I hadn’t heard about them, but there are three recent books on the stem cell story reviewed in last week’s Nature. The one who’s cover is above, Cell of Cells: The Global Race to Capture and Control the Stem Cell sounds interesting, and is described as “a rather big book that will be of most interest to those working in the stem-cell field.”
The author mounts a persuasive case for the need to conduct research using both embryonic and adult stem cells, and pointedly takes to task religious groups and others who are opposed to the use of embryos in research… She pitches her account squarely in the context of competition between individual scientists, labs and nations, not all of which have been proceeding honourably in the race to revolutionize medicine using stem cells.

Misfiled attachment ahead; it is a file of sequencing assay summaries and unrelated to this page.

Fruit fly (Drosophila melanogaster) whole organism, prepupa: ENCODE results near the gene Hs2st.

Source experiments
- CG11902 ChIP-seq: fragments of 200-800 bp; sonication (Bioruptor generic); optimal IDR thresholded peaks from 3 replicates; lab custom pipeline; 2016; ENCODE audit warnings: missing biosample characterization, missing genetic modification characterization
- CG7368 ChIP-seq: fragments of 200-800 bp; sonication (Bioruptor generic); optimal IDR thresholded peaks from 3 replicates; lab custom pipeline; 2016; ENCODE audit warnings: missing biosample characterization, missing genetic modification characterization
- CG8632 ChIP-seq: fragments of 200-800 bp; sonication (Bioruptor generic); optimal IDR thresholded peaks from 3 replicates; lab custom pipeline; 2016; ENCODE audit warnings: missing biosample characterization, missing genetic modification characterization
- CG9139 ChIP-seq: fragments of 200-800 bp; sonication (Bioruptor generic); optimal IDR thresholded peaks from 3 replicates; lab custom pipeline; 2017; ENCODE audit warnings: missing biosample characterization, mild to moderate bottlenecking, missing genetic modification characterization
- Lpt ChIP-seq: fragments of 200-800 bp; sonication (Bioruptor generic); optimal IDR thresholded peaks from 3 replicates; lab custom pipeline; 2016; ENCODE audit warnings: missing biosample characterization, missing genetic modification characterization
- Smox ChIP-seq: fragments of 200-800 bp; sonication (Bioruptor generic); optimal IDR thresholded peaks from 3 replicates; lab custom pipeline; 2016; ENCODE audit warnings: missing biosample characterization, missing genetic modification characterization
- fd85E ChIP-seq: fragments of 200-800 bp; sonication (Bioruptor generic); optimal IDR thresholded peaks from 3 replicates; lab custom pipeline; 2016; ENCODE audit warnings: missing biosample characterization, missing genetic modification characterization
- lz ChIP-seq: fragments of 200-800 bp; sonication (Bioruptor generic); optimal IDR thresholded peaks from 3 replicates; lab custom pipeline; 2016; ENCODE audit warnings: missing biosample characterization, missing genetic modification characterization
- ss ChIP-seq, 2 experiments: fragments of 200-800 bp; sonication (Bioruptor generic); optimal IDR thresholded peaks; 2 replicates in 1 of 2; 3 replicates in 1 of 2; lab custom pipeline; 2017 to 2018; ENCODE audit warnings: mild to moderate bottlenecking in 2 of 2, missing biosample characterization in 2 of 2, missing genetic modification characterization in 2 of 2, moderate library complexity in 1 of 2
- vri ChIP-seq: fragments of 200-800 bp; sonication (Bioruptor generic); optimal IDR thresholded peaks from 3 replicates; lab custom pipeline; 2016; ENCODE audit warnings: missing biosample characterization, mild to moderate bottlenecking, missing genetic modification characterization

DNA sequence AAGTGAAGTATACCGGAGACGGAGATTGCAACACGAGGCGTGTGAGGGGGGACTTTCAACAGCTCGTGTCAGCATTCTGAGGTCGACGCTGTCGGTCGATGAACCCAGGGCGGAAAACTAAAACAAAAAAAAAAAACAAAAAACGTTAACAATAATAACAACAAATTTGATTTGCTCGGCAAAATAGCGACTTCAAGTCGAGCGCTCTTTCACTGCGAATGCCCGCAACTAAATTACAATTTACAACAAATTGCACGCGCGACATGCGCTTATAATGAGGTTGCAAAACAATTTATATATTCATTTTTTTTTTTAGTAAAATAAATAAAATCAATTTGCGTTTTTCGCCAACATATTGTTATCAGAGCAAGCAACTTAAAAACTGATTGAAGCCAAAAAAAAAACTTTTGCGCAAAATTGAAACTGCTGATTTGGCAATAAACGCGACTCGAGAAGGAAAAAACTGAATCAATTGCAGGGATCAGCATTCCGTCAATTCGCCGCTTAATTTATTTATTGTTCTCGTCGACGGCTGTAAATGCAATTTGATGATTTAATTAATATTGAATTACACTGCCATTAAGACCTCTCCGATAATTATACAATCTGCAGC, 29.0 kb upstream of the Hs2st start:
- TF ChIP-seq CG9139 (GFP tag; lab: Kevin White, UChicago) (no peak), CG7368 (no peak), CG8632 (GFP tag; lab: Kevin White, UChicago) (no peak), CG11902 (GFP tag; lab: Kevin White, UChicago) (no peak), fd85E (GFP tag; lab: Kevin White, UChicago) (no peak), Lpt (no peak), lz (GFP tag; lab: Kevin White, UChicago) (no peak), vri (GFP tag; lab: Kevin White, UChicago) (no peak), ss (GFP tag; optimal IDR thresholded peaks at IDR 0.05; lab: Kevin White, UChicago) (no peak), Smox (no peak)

The other two books are pitched more towards other audiences, however. Christopher Scott’s Stem Cell Now: A Brief Introduction to the Coming Medical Revolution, is “fundamentally a primer on stem-cell research, suitable for lay readers and freshmen. It offers accessible descriptions of stem-cell science and analysis of associated ethical and political issues.”
And Eve Herold’s Stem Cell Wars is “a good resouce for patients and is also appropriate for lay readers. It is light on science but heavy on compassion and good sense.”